Palladio's plan of the Villa in I quattro libri dell'architettura, 1570
North facade of Villa Foscari, facing the Brenta Canal
Interior decoration of grotesques on salon ceiling of Villa Foscari
South facade of Villa Foscari, with the large windows that illuminate the main salon
Nave of San Giorgio Maggiore, Venice (1565)
Il Redentore Church in Venice (1576)
Interior of Il Redentore Church in Venice (1576)
Plan by Ottavio Bertotti Scamozzi
Facade of the Tempietto Barbaro
Section of the Tempietto Barbaro, drawn by Scamozzi (1783)
Stage with scenery designed by Vincenzo Scamozzi, who completed the theatre after the death of Palladio
Stage and seating of his last work, the Teatro Olimpico (1584)
House of the Director of the Royal Saltworks at Arc-et-Senans, by Claude Nicolas Ledoux (1775)
La Rotonde customs barrier, Parc Monceau, by Claude Nicolas Ledoux
Palladian garden structure at Steinhöfel by David Gilly (1798)
The Queen's House, Greenwich by Inigo Jones (1616–1635)
Chiswick House by Richard Boyle, 3rd Earl of Burlington and William Kent (completed 1729)
Wilton House south front by Inigo Jones (1650)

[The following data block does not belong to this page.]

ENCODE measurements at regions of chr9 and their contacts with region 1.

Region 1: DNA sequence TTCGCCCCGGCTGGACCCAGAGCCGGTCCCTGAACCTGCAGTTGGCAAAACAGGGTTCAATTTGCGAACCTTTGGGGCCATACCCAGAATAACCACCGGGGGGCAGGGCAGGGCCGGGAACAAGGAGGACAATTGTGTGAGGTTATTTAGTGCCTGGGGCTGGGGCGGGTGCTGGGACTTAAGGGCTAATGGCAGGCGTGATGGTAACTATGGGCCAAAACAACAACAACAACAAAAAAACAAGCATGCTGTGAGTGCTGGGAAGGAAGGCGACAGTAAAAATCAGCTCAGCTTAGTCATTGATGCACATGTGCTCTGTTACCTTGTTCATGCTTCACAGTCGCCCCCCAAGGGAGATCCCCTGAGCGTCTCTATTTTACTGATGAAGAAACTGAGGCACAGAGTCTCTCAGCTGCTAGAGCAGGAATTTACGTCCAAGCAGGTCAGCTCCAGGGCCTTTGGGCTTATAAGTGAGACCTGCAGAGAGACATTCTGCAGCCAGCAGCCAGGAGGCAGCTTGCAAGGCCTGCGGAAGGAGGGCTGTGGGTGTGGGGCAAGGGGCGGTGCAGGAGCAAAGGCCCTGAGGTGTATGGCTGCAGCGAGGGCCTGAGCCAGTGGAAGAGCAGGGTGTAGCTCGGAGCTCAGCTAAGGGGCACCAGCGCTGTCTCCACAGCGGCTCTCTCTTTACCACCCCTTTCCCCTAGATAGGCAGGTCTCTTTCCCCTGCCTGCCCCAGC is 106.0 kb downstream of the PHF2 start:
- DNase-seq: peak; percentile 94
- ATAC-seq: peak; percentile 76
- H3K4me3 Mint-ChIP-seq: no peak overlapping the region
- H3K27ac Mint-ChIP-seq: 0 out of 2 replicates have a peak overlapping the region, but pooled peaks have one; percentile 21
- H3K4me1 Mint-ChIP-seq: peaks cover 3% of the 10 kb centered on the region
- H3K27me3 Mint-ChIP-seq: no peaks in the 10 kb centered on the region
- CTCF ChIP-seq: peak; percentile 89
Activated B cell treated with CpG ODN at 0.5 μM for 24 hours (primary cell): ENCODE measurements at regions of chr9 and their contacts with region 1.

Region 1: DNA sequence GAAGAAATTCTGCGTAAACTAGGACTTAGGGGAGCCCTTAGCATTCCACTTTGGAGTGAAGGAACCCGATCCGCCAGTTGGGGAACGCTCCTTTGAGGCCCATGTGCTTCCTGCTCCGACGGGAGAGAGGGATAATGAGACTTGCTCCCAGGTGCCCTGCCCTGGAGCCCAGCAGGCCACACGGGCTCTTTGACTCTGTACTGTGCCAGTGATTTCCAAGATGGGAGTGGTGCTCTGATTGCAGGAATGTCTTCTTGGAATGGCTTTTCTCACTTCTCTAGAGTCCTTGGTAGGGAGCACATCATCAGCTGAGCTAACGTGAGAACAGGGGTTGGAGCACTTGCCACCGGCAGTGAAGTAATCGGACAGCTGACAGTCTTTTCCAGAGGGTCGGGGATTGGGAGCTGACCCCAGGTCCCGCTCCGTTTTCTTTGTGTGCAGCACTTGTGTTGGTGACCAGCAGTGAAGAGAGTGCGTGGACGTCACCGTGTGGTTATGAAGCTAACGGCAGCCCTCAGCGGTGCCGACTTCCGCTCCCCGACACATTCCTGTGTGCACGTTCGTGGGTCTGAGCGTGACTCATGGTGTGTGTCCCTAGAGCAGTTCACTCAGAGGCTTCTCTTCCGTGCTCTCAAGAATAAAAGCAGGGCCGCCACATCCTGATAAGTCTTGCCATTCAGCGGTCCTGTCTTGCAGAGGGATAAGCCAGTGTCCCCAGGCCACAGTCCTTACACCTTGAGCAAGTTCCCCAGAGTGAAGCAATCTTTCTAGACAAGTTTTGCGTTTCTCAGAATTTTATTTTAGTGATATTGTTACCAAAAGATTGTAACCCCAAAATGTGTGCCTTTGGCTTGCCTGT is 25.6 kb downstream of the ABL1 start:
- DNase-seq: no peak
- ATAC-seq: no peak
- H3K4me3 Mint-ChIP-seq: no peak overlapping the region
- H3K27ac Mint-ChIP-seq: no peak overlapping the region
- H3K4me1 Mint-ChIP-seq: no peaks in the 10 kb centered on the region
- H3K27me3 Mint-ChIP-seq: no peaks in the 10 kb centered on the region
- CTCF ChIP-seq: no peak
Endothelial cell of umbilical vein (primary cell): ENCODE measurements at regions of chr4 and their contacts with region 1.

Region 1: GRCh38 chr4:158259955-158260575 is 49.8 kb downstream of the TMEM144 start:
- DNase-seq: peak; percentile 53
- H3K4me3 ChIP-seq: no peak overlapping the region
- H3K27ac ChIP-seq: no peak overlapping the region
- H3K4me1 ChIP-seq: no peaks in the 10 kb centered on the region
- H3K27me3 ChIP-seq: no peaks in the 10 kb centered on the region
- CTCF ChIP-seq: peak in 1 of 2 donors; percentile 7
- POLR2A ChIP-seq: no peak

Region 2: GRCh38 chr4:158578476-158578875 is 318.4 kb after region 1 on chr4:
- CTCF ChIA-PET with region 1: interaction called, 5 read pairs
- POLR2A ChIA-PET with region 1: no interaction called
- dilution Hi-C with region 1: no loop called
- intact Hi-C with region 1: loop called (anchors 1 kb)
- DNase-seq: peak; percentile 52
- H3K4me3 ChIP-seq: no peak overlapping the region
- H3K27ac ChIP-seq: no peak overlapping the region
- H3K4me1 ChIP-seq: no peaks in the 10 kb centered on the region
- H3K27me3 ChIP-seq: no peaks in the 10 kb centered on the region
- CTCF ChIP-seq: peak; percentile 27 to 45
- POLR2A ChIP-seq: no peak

Palladio Bridge at Wilton House (1736–37)
Stourhead House by Colen Campbell (1721–24), inspired by Villa Capra
Harvard Hall at Harvard University by Thomas Dawes (1766)
Monticello, residence of Thomas Jefferson (1772)
Winning design for the first United States Capitol by Thomas Thornton (1793)
Clarity and harmony. Villa Badoer (1556–1563), an early use by Palladio of the elements of a Roman temple
The Basilica Palladiana, Vicenza, (begun 1546) with arched Palladian window and round oculi to the loggia.
A variation of the Palladian or Venetian window, with round oculi, at Villa Pojana (1548–49)
Late Palladio style, Mannerist decoration on the facade of the Palazzo del Capitanio (1565–1572)
Palazzo Strozzi courtyard
Villa Capra "La Rotonda" outside Vicenza
San Francesco della Vigna in Venice
Villa Porto
Villa Valmarana
Villa Emo